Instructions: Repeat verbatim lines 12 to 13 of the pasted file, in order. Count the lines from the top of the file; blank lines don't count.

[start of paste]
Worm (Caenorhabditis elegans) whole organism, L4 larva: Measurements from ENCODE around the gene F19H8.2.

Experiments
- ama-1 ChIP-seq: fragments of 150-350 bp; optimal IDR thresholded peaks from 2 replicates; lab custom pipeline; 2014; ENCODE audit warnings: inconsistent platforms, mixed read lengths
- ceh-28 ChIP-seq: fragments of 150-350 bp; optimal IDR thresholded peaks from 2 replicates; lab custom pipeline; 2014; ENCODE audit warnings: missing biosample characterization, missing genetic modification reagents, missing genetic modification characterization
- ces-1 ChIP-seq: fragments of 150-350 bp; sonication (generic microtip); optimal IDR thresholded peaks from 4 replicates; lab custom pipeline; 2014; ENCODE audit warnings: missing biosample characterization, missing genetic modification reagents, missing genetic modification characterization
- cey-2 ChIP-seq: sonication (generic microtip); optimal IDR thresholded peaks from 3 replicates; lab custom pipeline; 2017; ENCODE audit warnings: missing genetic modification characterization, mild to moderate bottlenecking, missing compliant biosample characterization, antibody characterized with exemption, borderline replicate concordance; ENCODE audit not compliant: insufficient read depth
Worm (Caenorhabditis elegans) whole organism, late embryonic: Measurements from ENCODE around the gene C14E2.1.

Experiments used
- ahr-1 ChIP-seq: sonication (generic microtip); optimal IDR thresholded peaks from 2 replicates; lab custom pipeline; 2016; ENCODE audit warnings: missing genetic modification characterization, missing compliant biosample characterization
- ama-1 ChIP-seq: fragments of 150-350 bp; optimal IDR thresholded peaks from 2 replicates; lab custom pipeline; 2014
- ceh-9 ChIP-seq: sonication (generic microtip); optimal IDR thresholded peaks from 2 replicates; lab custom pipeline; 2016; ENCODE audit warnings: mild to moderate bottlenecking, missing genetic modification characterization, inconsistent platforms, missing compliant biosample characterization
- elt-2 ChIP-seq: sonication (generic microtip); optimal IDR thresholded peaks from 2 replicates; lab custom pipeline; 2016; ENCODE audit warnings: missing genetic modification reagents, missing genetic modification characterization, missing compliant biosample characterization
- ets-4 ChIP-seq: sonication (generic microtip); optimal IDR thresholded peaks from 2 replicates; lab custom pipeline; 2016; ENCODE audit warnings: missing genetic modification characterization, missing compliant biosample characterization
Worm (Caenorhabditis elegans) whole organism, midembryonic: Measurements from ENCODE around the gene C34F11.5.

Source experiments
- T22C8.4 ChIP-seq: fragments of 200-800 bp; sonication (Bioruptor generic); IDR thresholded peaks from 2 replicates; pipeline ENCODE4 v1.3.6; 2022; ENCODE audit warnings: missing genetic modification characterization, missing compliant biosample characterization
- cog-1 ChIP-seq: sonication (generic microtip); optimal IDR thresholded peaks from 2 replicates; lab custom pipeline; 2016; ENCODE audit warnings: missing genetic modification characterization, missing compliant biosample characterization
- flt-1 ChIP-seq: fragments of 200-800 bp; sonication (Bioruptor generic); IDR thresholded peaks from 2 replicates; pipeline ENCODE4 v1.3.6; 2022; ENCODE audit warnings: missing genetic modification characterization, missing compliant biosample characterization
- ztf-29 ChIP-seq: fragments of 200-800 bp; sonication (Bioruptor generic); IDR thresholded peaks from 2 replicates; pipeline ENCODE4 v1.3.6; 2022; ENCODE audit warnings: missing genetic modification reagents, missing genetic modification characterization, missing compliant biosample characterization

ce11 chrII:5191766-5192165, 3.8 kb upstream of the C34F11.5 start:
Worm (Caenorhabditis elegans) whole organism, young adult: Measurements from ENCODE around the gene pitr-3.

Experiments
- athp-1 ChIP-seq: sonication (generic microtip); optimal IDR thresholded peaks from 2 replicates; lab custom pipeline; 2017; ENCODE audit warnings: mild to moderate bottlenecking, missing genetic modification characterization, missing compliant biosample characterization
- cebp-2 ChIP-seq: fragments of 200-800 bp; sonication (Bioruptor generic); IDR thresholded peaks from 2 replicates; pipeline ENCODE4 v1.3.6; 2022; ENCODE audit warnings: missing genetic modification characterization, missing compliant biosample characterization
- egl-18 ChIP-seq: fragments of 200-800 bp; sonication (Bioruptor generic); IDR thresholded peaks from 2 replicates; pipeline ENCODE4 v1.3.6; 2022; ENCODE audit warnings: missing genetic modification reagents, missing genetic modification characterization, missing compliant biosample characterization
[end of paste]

- elt-2 ChIP-seq: sonication (generic microtip); optimal IDR thresholded peaks from 2 replicates; lab custom pipeline; 2016; ENCODE audit warnings: missing genetic modification reagents, missing genetic modification characterization, missing compliant biosample characterization
- ets-4 ChIP-seq: sonication (generic microtip); optimal IDR thresholded peaks from 2 replicates; lab custom pipeline; 2016; ENCODE audit warnings: missing genetic modification characterization, missing compliant biosample characterization